Gathering Machine Information (Virtualized with Xen or not)

14 07 2009

In this post, I’ll teach you how to gather all the available Virtual Machine information from Dom0, and on later posts, I’ll teach you how to do something useful with it. In this case the available commands are used to get information from the Xen hypervisor, without the need to install specific daemons inside each virtual machine. Some of the commands might be used without Xen. All commands were tested under Debian Testing x64.

Content

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In this approach, we’ll try to gather as much information as needed from the DomU Virtual Machines without the need to install a daemon inside them. In this case, all we have to do is to obtain external information by examining Dom0’s events. There are some existing applications to help us in this approach, as we will see through this chapter.

Network Information

To gather the available network information, we must know that all the virtual machine’s network interconnections are based on the creation of “virtual bridges” inside Dom0. In this way, we can just monitor some stats inside domain 0 and monitor the output of /proc/net/dev in order to know what’s happening inside each virtual connection.

Example of information obtained (cat /proc/net/dev):

   Inter-|   Receive                                                                            |  Transmit
    face |bytes    packets errs drop fifo frame compressed multicast|bytes    packets errs drop fifo colls carrier compressed
       lo:11057561497 29704758    0    0    0     0          0         0 11057561497 29704758    0    0    0     0       0          0
    peth0:11571633325 32617843   39   76    0    20          0   1371334 188033813708 141820549    0    0    0     0       0          0
     eth0:8135468250 22099821    0    0    0     0          0   3878810 50425653969 49284734    0    0    0     0       0          0
   xenbr1:69518661167 38933555    0    0    0     0          0        16 946684071 9312595    0    0    0     0       0          0
   xenbr2:1451764730 3177266    0    0    0     0          0     53007 25266007984 16786057    0    0    0     0       0          0
   xenbr3:131143810 1161664    0    0    0     0          0     36999 17574585288 11619502    0    0    0     0       0          0
   vif57.0:   19980      50    0    0    0     0          0         0 25691555   17010    0    7    0     0       0          0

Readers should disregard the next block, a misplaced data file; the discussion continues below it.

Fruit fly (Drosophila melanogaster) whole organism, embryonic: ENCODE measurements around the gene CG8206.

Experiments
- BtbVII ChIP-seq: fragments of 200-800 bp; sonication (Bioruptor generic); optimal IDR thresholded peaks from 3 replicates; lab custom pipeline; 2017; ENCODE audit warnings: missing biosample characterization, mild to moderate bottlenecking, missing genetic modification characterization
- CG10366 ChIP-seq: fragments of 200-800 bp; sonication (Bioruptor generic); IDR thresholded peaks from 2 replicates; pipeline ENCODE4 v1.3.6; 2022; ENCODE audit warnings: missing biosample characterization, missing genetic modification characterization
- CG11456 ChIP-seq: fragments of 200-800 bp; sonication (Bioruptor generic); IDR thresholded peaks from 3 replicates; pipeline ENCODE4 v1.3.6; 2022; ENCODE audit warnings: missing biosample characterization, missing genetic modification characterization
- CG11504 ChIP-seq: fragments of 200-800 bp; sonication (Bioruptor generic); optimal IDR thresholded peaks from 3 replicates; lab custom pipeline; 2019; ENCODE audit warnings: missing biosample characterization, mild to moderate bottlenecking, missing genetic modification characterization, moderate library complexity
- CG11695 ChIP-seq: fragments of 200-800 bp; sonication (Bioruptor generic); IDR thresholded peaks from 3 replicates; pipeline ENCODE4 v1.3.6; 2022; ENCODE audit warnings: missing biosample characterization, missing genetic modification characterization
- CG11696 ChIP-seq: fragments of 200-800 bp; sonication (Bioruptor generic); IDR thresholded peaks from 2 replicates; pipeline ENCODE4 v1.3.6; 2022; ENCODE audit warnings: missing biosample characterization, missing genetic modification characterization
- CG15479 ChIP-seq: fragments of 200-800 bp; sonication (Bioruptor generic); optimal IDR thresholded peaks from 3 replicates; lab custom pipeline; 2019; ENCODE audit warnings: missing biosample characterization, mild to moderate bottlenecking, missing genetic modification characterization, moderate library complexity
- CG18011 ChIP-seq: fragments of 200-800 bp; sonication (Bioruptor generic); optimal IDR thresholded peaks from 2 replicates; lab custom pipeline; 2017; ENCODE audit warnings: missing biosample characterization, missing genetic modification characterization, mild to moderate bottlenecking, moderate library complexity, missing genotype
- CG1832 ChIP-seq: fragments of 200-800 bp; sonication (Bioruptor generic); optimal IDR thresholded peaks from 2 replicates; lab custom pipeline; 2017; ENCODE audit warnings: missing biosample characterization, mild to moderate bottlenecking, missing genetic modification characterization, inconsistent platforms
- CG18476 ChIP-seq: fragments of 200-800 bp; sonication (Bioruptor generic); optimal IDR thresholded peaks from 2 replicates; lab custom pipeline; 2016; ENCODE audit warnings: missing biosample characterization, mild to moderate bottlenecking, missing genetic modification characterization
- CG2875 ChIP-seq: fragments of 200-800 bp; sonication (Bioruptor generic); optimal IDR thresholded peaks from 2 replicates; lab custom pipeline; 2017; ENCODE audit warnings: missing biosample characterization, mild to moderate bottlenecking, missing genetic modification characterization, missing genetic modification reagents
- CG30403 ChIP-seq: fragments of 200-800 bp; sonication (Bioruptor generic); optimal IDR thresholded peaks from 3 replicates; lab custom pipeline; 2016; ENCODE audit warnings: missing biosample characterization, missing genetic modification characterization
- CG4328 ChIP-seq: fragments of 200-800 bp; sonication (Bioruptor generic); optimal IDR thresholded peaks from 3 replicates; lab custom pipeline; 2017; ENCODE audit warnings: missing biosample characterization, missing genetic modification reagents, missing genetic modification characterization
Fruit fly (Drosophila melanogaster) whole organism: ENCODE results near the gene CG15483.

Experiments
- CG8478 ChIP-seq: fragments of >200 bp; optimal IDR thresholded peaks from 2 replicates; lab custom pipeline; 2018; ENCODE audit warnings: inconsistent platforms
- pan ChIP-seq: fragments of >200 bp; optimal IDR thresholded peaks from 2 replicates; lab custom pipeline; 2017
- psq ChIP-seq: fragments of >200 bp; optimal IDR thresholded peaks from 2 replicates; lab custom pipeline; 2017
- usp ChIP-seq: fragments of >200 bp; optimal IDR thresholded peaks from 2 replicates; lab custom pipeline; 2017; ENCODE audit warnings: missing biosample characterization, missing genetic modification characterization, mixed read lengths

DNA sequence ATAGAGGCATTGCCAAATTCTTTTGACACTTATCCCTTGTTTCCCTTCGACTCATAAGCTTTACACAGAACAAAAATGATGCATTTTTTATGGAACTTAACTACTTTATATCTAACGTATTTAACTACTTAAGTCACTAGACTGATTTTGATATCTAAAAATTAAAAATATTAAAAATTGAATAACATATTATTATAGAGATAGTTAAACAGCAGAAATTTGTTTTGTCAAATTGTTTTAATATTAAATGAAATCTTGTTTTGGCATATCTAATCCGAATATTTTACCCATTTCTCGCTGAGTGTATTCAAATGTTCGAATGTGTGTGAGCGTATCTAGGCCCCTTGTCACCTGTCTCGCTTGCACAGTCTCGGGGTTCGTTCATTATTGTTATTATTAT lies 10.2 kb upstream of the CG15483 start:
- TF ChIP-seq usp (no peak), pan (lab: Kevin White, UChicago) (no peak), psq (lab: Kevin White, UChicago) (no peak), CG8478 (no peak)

vif63.0:156382479  133845    0    0    0     0          0         0 122291227  527508    0   17    0     0       0          0
   vif63.1:1114455320 1222978    0    0    0     0          0         0 4858388654 3253890    0    2    0     0       0          0

Receive:

  • bytes

Bytes received

  • packets

Number of received packets

  • errs
  • drop

Number of dropped packets

  • fifo
  • frame
  • compressed
  • multicast

Transmit:

  • bytes
  • packets
  • errs
  • drop
  • fifo
  • colls
  • carrier
  • compressed

System Information (General)

Xm dmesg

Equivalent to Linux dmesg.

Usage:

xm dmesg

XenTop

The xentop command gives an general view of what’s happening on Dom0, and on each other virtual machines.

Example (xentop -i 1 -b)

         NAME  STATE   CPU(sec) CPU(%)     MEM(k) MEM(%)  MAXMEM(k) MAXMEM(%) VCPUS NETS NETTX(k) NETRX(k) VBDS   VBD_OO   VBD_RD   VBD_WR SSID
     Domain-0 -----r      75742    0.0    1370112   66.2   no limit       n/a     2    4        0        0    0        0        0        0 2149627072
   xenvm.pendotiba.gta.ufrj.br --b---         54    0.0     131072    6.3     131072       6.3     2    1       19    25089    2        0     2782     3426 2149627072
   xenvm.varzeadasmocas.gta.ufrj.br --b---       1000    0.0     131072    6.3     131072       6.3     2    2  1241054  4863993    2        0    15680    60743 2149627072
  • NAME

Name of the virtual machine

  • STATE

Current state of the virtual machine ( r- running; b- blocked; p- paused; s- shutdown; c- crashed; d- dying)

  • CPU(sec)
  • CPU(%)